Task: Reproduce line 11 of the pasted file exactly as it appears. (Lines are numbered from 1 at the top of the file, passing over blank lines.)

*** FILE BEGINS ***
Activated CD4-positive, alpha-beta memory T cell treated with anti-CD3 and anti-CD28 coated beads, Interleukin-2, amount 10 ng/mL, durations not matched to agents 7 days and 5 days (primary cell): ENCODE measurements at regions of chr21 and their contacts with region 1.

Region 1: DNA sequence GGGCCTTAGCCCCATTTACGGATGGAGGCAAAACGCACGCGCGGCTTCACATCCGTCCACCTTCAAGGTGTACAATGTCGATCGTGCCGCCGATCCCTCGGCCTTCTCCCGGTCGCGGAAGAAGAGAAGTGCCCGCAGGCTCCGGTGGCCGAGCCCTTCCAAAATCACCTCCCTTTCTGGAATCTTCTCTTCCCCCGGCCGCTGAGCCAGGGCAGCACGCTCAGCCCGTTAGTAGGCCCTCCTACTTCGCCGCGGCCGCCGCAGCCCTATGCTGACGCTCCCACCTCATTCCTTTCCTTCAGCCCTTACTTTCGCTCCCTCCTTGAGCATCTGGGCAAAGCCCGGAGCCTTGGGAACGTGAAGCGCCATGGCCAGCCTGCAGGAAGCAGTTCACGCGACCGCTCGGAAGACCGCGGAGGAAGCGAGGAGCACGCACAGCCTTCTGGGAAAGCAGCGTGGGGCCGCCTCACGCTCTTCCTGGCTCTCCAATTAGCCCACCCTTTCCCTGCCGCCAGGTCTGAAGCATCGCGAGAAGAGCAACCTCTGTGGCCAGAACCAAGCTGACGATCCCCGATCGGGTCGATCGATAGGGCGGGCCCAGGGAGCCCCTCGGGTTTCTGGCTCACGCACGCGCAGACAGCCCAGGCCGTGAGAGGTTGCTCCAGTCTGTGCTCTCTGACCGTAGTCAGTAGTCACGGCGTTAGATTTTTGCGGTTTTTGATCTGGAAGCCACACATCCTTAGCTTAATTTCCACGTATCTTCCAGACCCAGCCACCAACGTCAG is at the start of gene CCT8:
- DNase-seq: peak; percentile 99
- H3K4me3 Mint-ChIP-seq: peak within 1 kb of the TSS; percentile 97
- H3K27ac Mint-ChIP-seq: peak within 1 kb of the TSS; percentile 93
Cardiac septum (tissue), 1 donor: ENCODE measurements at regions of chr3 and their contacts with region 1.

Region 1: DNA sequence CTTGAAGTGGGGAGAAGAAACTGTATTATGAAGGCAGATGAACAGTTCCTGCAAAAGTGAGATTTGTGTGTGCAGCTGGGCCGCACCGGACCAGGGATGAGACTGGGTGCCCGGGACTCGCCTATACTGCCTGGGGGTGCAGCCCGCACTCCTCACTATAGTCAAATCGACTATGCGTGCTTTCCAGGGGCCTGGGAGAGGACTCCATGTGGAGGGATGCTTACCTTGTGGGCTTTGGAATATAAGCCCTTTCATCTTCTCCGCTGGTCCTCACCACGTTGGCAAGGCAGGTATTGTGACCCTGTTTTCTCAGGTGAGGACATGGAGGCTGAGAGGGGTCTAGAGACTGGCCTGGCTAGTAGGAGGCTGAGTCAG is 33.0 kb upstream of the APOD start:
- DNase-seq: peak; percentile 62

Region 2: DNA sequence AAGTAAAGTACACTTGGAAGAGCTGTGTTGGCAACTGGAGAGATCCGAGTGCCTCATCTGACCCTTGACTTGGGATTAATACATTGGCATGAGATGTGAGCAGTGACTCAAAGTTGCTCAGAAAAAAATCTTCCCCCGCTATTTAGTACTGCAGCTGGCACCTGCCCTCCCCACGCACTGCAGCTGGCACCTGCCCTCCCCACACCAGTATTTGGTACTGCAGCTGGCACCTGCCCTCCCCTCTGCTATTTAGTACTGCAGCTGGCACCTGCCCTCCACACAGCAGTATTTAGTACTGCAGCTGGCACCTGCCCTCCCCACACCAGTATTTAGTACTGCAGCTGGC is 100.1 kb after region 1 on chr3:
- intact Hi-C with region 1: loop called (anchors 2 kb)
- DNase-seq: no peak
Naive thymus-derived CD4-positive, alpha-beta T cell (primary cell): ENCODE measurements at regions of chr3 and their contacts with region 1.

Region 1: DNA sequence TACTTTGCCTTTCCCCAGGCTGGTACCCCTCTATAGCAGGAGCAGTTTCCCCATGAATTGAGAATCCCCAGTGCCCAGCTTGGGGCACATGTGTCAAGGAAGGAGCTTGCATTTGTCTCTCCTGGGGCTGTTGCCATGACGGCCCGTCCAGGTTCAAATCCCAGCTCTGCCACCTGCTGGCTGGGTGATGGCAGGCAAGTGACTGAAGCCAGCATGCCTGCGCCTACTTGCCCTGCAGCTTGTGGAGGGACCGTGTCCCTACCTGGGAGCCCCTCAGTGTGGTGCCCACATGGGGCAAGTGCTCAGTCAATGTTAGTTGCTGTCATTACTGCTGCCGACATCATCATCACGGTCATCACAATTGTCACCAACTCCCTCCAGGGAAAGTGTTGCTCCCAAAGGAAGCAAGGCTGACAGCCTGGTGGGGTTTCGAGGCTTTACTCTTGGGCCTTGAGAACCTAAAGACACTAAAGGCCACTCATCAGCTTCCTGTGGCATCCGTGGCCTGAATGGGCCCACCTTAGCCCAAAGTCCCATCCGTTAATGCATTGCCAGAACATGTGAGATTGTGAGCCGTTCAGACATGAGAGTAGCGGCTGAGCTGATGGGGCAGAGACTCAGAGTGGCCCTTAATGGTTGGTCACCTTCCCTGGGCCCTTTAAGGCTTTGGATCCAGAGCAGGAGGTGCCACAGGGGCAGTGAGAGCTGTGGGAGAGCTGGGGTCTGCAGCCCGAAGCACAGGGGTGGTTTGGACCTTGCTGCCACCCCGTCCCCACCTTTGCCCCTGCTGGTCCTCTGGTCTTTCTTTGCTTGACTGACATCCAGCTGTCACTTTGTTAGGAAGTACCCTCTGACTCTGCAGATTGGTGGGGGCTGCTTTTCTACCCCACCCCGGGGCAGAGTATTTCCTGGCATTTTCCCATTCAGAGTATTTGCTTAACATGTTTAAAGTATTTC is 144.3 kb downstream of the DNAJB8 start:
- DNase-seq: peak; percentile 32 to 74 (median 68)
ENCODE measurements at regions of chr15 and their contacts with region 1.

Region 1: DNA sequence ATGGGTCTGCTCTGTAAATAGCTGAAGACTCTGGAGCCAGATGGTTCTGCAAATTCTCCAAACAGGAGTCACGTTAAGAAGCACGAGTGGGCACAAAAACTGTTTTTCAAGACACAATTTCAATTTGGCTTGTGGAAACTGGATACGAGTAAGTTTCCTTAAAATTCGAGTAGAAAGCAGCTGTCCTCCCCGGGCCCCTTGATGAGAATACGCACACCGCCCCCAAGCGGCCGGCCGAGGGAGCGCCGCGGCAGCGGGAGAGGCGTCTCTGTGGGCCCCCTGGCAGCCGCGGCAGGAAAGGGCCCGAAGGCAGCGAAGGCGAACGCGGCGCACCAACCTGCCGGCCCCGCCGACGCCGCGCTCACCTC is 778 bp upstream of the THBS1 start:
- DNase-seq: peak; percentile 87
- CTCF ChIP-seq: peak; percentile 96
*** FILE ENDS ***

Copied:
- DNase-seq: no peak